Dr Geshina, who was involved in the prisoner segregation procedure and who is in the Malaysian Department of Prisoners NKRA review, explains.
“The cost to build a new prison building alone is between RM15mil and RM25mil. That does not include the maintenance. What about human resources? You’re not going to get a sudden influx of people queuing up to be prison wardens.
“All these are factors, and we have to work with what we have,” she says, adding that although absolute segregation would be ideal, it would mean that some prison facilities might be under-utilised.
According to Zulkifli, the Prisons Department received an allocation of RM703mil in 2012, with an additional RM5.3mil (under the NKRA) for rehabilitation modules.
This year, it received a RM684mil allocation, with an additional RM8mil (under the NKRA).
Based on this budget, Zulkifli says the current cost of maintaining a prisoner is RM35 per day (about RM12,775 per year). This includes cost of electricity, water, food, medical care, clothes (prison uniform) and daily expenses.
“The cost of food alone is an average of RM7.50 per prisoner per day. Each prisoner gets five meals a day. Our diet is a balanced one that has been approved by the Health Ministry,” he says.
Compare this to the US where US$74bil (RM245bil) was spent on corrections in 2007. With about 2.4 million inmates that year, the cost of maintaining each inmate came up to about US$30,600 (RM101,492) per year.
In Scotland, the annual cost of housing a single prisoner ranges from £31,000 (RM160,000) to £40,000 (RM206,000).
In Canada, the annual average of keeping an inmate in incarcerated is about CAD113,974 (RM360,709), amounting to about CAD312 (RM987) per prisoner, per day.
In Singapore, the average cost of incarceration is S$75 (RM194) per prisoner per day. (Figures provided by Sundramoorthy.)
This is precisely Sundramoorthy’s point.
“My contention is that we should have resources available to build the various types of prisons to deal with the different offences. We do not have the luxury of spending millions and billions in treatment and rehab, which is why you need a targeted approach,” he says.
Suhakam chairman Tan Sri Hasmy Agam supports the suggestion for better segregation.
“Suhakam welcomes the proposed segregation of prisoners which is in line with Rules 67 and 68 of the United Nations Standard Minimum Rules for the Treatment of Prisoners that specify the need for the classification of prisoners and the separation of different classes to minimise any possible bad influence of prisoners with bad criminal records upon other prisoners, as well as to facilitate their treatment with a view to their social rehabilitation.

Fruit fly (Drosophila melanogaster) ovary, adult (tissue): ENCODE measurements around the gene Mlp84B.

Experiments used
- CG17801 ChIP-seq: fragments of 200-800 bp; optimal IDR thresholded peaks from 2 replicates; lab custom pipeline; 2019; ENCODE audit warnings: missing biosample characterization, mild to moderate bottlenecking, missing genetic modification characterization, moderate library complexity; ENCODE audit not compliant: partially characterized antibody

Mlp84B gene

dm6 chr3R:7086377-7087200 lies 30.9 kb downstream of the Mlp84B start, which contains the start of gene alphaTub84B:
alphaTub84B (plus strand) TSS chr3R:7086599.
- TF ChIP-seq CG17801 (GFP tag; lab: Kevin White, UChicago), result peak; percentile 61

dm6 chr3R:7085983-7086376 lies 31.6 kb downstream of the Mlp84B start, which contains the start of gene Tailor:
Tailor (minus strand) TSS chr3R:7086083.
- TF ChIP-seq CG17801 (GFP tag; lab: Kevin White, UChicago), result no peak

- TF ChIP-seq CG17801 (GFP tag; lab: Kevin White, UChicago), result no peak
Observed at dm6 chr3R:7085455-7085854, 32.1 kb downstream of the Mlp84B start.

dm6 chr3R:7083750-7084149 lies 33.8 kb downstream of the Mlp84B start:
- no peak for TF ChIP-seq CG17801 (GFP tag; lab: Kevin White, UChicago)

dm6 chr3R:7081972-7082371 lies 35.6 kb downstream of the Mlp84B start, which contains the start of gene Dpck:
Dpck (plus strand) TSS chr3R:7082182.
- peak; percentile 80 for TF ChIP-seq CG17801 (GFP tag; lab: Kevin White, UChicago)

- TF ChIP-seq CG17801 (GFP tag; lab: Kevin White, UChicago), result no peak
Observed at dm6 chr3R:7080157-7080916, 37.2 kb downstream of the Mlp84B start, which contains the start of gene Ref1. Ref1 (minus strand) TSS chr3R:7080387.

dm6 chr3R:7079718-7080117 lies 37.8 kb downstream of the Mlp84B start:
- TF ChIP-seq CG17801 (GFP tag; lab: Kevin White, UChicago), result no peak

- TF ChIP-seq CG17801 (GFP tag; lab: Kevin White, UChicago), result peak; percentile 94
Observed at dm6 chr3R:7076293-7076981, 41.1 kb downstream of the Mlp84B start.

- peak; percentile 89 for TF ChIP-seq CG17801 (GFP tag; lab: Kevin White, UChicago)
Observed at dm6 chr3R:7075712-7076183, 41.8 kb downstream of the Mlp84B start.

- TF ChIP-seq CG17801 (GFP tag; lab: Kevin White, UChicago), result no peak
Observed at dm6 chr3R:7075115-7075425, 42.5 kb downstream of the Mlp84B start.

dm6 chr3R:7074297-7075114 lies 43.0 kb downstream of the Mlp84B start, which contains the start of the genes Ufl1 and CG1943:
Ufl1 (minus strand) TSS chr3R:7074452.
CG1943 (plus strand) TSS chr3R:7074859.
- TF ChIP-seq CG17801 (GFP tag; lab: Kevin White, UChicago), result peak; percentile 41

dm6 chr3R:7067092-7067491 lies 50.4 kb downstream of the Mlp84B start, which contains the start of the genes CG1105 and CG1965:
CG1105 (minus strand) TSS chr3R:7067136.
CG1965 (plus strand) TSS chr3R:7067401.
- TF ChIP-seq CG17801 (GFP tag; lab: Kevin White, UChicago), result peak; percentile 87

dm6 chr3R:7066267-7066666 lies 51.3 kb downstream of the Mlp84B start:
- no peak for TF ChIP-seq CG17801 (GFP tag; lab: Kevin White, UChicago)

“Given the importance of rehabilitation, it is imperative for the relevant authority to ensure that rehabilitation programmes are designed and implemented according to the seriousness of the offence or crime committed in determining the necessities of the latter’s treatment,” he says via email.
Besides better segregation, he also raises several other concerns, including overcrowding, proper hygiene facilities and better quality of food and healthcare.
“Some prisons such as Taiping Prison and Alor Setar Prison are not equipped with proper toilet facilities, resulting in detainees being forced to use buckets to fulfil their call of nature. We have, in the past, recommended sanitary toilet facilities.
“As for overcrowding, it has been reduced due to the opening of a few new prisons – Machang in Kelantan, Bentong in Pahang and Sg Udang in Malacca. The introduction of parole system has also reduced this problem but there are some prisons which are still overcrowded,” Hasmy says.
Dr Geshina acknowledges this problem. “With overcrowding, you have problems in feeding, crowd control, disease control and daily maintenance. It can also pose a health hazard to the well-being of warders, especially in tuberculosis and HIV isolated blocks.
“Overcrowding (in prisons) is a global concern. It is a problem, but it is not so serious in Malaysia,” she says.
As of June 2009, says Dr Geshina, the occupancy rate in Malaysian prisons was 116%. For the same year, Haiti had a 335% occupancy rate, Sudan 255%, Bangladesh 214%, Indonesia 148%, and France 118%.
What can be done to improve the situation?
“More funds to help the prison authorities better manage prisons, better research focus (beyond prevalence rates, we need correlational studies) and improved rehabilitation programmes based on evidence-based practices.”